I read through the Harry Potter and ASOIAF Wikis before reading/finishing those series (which I have since done) and both were very good representations of what was in the books. It isn’t the be-all and end-all of a book’s worth, but it does give one a good idea of what to expect going forward.

      January 26, 2015
      |Reply
      • LOL
        LOL

        Grow up.

        Also, Harry Potter is not great literature.

        August 10, 2016
        |Reply
  30. SueV
    SueV

    For everyone remarking that Caitriona Balfe and Sam Heughan are too attractive to fulfill the characters of Claire and Jamie, I ask, HAVE YOU READ THE BOOKS?!?

    From the start Claire’s impressions of Jamie are of how handsome he is, not how average looking. And it’s not like all the characters in the books are beautiful specimens. Murtagh is described as ape-like and Ian Murray as homely. Then there is this classic passage in Claire’s POV from “Outlander” the book, which was not used in “The Wedding” episode:
    A Highlander in full regalia is an impressive sight — any Highlander, no matter how old, ill-favored, or crabbed in appearance. A tall, straight-bodied, and by no means ill-favored young Highlander at close range is breath-taking…Well over six feet tall, broad in proportion, and striking of feature, he was a far cry from the grubby horse-handler I was accustomed to…
    Jamie is most definitely a beautiful specimen as he is written; Sam Heughan fulfills that literary necessity with ease.

    Because book 1 & 2 are told from Claire’s POV, we don’t hear her rhapsodize about her own looks. Jamie describes her to us via his dialogue with her on their wedding night, and everything he says supports that Claire is a beautiful woman. Her modern-era health protocols helped her escape some of the more common disfiguring problems of the 18th century, so Jamie doesn’t have any visual defects to ignore in Claire’s appearance. Added to that Dougal is attracted to her, either in spite of or encouraged by her spirit, and given that he’s already having an affair with a woman of extreme sensual beauty (no spoilers), his appreciation of Claire must have some basis in her beauty.

    The actress chosen to portray Claire had to be both beautiful and “real” (no fake boobs or lipo or collagen injections) to convince us that she could be a woman of the 1940’s cast back in time and with nothing more than her wits and looks be able to stay alive. Caitriona Balfe is utterly convincing in both areas.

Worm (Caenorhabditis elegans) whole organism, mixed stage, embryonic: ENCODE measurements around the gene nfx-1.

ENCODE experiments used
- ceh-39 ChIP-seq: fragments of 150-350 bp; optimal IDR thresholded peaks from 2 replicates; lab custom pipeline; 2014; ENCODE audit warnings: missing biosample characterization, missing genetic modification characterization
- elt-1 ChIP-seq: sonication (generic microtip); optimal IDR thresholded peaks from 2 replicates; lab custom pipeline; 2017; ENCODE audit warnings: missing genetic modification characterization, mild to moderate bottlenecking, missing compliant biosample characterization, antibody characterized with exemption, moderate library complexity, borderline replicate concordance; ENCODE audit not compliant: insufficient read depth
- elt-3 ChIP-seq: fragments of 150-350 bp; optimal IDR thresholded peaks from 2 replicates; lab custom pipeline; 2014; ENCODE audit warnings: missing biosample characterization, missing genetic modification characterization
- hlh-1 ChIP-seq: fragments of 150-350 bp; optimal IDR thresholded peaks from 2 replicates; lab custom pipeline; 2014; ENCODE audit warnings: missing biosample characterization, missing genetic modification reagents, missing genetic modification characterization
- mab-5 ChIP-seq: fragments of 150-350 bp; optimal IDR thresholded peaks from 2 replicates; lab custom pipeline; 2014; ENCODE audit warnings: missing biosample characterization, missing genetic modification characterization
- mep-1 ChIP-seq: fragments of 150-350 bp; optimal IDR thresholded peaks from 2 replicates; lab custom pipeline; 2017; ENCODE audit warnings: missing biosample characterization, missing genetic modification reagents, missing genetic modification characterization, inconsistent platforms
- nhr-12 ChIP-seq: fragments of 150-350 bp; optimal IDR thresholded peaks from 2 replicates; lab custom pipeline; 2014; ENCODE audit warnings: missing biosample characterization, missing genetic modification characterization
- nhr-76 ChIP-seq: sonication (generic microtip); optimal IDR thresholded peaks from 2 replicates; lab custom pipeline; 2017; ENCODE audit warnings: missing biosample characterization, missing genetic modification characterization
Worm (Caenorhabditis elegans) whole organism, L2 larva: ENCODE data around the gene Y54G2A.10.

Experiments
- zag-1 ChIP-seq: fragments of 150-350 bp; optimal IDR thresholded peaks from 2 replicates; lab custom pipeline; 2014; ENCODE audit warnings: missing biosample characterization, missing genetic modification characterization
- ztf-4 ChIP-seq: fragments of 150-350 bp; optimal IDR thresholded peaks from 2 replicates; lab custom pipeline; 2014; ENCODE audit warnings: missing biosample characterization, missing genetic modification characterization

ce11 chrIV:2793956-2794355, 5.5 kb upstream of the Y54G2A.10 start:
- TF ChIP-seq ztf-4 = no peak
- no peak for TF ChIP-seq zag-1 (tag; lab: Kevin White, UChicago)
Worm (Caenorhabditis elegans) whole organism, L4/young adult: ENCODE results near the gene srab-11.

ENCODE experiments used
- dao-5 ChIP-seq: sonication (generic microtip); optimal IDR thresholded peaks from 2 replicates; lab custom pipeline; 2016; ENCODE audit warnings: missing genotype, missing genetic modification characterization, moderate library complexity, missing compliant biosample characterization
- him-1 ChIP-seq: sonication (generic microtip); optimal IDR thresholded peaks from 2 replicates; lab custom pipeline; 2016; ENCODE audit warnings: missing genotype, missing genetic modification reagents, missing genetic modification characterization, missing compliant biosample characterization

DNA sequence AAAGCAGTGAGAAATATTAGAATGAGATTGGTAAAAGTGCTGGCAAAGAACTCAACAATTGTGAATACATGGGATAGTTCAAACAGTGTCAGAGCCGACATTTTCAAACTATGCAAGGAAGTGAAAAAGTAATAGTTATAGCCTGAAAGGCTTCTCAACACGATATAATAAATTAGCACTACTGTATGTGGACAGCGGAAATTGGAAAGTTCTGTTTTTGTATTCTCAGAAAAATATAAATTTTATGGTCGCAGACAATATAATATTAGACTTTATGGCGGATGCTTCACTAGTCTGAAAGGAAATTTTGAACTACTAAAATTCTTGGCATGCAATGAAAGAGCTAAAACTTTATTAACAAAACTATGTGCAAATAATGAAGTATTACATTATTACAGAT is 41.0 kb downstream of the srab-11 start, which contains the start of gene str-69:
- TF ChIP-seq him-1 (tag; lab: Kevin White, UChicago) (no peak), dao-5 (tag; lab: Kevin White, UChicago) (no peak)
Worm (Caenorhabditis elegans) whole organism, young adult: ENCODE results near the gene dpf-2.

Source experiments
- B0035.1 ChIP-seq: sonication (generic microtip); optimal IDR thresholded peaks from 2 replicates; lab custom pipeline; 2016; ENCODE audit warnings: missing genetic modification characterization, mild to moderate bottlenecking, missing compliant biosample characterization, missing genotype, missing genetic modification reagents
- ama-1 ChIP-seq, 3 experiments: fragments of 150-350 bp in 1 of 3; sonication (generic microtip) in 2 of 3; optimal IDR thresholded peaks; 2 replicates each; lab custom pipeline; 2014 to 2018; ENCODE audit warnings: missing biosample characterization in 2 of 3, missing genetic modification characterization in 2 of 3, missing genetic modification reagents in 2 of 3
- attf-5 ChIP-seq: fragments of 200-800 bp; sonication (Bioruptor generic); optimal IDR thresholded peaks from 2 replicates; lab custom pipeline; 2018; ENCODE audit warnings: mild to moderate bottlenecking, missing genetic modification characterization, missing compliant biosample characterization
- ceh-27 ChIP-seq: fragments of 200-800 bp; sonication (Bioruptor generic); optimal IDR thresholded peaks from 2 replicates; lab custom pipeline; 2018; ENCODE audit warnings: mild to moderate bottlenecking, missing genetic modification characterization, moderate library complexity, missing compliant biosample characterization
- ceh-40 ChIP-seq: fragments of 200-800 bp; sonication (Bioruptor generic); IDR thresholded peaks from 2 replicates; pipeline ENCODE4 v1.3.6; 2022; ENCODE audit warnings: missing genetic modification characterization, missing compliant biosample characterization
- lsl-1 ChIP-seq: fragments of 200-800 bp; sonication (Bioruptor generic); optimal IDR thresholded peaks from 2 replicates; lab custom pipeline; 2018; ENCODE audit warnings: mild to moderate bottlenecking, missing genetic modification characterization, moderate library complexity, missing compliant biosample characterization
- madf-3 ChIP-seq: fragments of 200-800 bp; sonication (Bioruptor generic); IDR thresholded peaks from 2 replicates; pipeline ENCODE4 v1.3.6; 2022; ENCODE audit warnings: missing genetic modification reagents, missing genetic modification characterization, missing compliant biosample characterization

February 17, 2015
    |Reply
  31. […] point of view: It panders to us in the way most movies/TV do to men (Jenny Trout – Outlander and The Female Gaze: Why Women Are Watching). The whole series, not just The Wedding is like a siren’s song, enticing women to follow it. The […]

    April 21, 2015
    |Reply
  32. […] sex scenes in other pay-TV cable shows such as Game of Thrones, Masters of Sex, Girls, etc… Jenny Trout points out that the sex scenes in Outlander are largely rendered from and for the female…, hence also the camera lingering on Jamie’s impressive body. Jodi McAllister calls Outlander […]

    May 20, 2015
    |Reply
  33. Anon123
    Anon123

    Have you read the books? I’ve never seen the TV series or done more than skim anything past the first book. But the first book was…bleh. There was so much potential, but then there were literally dozens of separate issues that had me tearing my hair out. I did appreciate stuff like the different take on virginity in a romance setting, but there was also some really blatant rape and abuse later on in the book.

    For me, it was all like that–one thumbs-up followed by one thumbs-down, back and forth. And the characterization was often cardboard, but I can see how it being on a screen might remedy some of that. Idk, but I’ve come to trust you enough as a feminist writer that I’m willing to see the TV series as separate from the books based on this post.

    June 11, 2015
    |Reply
  34. Connie
    Connie

    Thank you, LOL, for supporting my opinion of this obviously unhappy person. I left this forum after one day due to what I felt was almost a personal attack. I did not say so at the time because it seemed crass- but I also hold a Masters in Lit and was at the time a professor of creative writing. I am also a published author and was appalled at this person’s disrespect of another’s opinions.

    August 11, 2016
    |Reply
  35. […] gaze” for which the show had been so praised. (For more on that gaze see wonderful essays by Jenny Trout, Maureen Ryan, and our own Melissa Maerz.) And while the sex he and Claire finally have in the […]

    August 11, 2017
    |Reply